Review by Sean McLaughlin, MS, CTR
A few years ago I was talking to a department chair of philosophy from Western Michigan University about his spiritual journey that took him from Bible College to a PhD at Vanderbilt University. He lamented some of his friends from college were no longer in the faith so I asked for his analysis of why that had occurred. He explained, “It was like their faith was a thick rope dipped in liquid nitrogen. While it was strong against most attacks, it was brittle. When it broke it just shattered completely. They became atheists and dropped everything. The best kind of faith is one where you rope is taunt, but flexible enough to handle life’s difficulties.” For a Tarot enthusiast to read this book (and especially the second volume) will require this taunt, albeit flexible, rope kind of faith in the cartomantic practice we hold dear.
A Wicked Pack of Cards is a unique history book that is written by non-Tarotist while speaking mainly to Tarot enthusiast audience. The authors (two are trained historians while the third is a professor of logic) provide an outside perspective on the “occult Tarot,” a term they created to differentiate any use of Tarot cards for other than a trick-taking card game one of the authors had previously written (Decker, 1980). They further divide users of the occult Tarot into what I would call cartomancers (i.e., Tarot used primarily for divination) and magicians (i.e., Tarot as part of an intricate system of magickal knowledge) while allowing for some overlap between the two groups.
The thrust of the authors is Tarot cards were not created with either cartomantic or occult significance in mind. In order to justify such significance, the authors point out Tarot cards would need to have their significance established according to method of the science from which originate. For example, physics relies on empirical observation & measurements, philosophy on the history of thought & logic, theology on divine revelation & the faithful community’s lived experience, and the occult sciences on the passing of secret information from adept to initiate. Even though the occult sciences has a distinct method, the original Tarot theorists used purely intuitive inferences, bombastic assertions, wild conjectures, and – even in a few cases – deliberate falsehood to attach significance to the cards. Yet there is a Star at the end of tunnel for the brave Tarotist who finishes this book, but here are some of the characters you will encounter.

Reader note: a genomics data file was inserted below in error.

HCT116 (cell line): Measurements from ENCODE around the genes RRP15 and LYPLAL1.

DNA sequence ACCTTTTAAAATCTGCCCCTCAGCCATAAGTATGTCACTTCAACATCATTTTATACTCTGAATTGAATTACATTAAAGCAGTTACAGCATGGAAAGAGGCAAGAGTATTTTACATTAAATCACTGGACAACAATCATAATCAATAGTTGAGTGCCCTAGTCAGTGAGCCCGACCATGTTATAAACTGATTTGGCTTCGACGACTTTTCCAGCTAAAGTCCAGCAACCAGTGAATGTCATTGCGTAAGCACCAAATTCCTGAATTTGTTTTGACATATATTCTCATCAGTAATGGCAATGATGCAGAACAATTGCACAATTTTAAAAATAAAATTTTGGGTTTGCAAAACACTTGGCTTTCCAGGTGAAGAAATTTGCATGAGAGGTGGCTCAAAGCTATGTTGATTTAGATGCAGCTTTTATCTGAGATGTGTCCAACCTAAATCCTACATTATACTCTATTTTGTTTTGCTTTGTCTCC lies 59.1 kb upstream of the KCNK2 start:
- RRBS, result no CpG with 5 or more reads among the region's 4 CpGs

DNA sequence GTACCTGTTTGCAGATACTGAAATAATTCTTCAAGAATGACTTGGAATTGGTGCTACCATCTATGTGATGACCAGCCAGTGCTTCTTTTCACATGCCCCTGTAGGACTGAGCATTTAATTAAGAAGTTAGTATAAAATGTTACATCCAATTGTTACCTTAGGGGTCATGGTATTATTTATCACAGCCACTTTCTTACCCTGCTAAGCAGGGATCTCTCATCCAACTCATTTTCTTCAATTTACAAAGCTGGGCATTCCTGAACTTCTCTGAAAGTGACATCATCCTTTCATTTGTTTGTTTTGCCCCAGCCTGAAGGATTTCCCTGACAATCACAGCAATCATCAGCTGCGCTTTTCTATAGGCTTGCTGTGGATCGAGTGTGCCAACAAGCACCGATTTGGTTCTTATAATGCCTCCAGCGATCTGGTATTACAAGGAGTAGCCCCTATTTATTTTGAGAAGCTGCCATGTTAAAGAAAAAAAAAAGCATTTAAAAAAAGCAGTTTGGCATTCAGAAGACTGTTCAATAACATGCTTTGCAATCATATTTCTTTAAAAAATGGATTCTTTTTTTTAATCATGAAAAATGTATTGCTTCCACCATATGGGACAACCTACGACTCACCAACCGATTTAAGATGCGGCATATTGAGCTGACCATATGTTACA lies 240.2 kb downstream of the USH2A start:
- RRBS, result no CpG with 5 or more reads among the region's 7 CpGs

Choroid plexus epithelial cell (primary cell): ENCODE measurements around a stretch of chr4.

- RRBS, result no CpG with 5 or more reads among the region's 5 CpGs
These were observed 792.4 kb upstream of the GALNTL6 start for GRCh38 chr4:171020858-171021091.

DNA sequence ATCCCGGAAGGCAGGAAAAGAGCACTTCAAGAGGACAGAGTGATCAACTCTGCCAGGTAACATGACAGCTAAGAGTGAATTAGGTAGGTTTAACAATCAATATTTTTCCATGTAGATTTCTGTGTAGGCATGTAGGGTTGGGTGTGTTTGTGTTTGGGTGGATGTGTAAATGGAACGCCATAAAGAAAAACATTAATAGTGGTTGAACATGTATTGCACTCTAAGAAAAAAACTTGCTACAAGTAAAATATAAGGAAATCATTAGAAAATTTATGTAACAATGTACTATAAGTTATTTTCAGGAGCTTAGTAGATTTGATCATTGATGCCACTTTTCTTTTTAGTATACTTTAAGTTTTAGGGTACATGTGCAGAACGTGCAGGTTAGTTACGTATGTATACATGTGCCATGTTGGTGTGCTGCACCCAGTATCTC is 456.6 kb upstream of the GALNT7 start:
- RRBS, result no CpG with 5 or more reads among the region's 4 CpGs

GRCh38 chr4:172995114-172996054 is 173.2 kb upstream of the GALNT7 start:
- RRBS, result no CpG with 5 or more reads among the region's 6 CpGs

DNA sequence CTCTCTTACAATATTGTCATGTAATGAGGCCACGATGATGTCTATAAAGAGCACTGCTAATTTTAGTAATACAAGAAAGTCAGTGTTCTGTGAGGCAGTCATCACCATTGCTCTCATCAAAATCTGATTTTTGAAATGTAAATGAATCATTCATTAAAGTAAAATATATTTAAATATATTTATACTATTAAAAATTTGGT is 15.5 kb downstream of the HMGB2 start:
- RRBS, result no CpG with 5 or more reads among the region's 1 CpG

In between 1773 to 1776, Court de Gebelin wrote in one of his multivolume, journal-like books of which the series was entitled Monde primitif (literally “primitive world” but “pristine world” is what was meant) the Tarot pack was in fact a hidden “Book of the Egyptians.” He happened to be in the salon of Madame Helvetius as she was playing the game with her lady friends when it occurred to him the images were in fact cryptic allegorical messages from the past. His famous Tarot article in Monde primitif, along with another he published in the series authored by comte de Mellet, contained the seeds for most occult Tarot theories we hear of today such as links to the Hebrew alphabet, Egyptian magi lore, an early medieval date of the Tarot in Europe, and distribution & use of the Tarot by Gypsies.
Within a decade, Jean-Baptiste Alliette, a grain merchant-turned-book-publisher, had become the first professional cartomancer and is better known to us today as Etteilla (inverse of his last name). While he initially used a Piquet deck (traditional playing card deck, but with all twos through sixes removed), he later transitioned to using Tarot after reading the Monde primitif essays. In Etteilla’s life time pictures of actual Egyptian hieroglyphs were unknown to the public at large, so he was able to un-Europeanize the Tarot in order to restore it to its pristine (i.e., hieroglyphic) condition. Etteilla was also responsible for developing cartomancy as a distinct profession alongside other forms of divination, gathering a group of disciples into an interpretive school, and publishing courses for learning the art as well as expanding on the ideas of Gebelin and Mellet.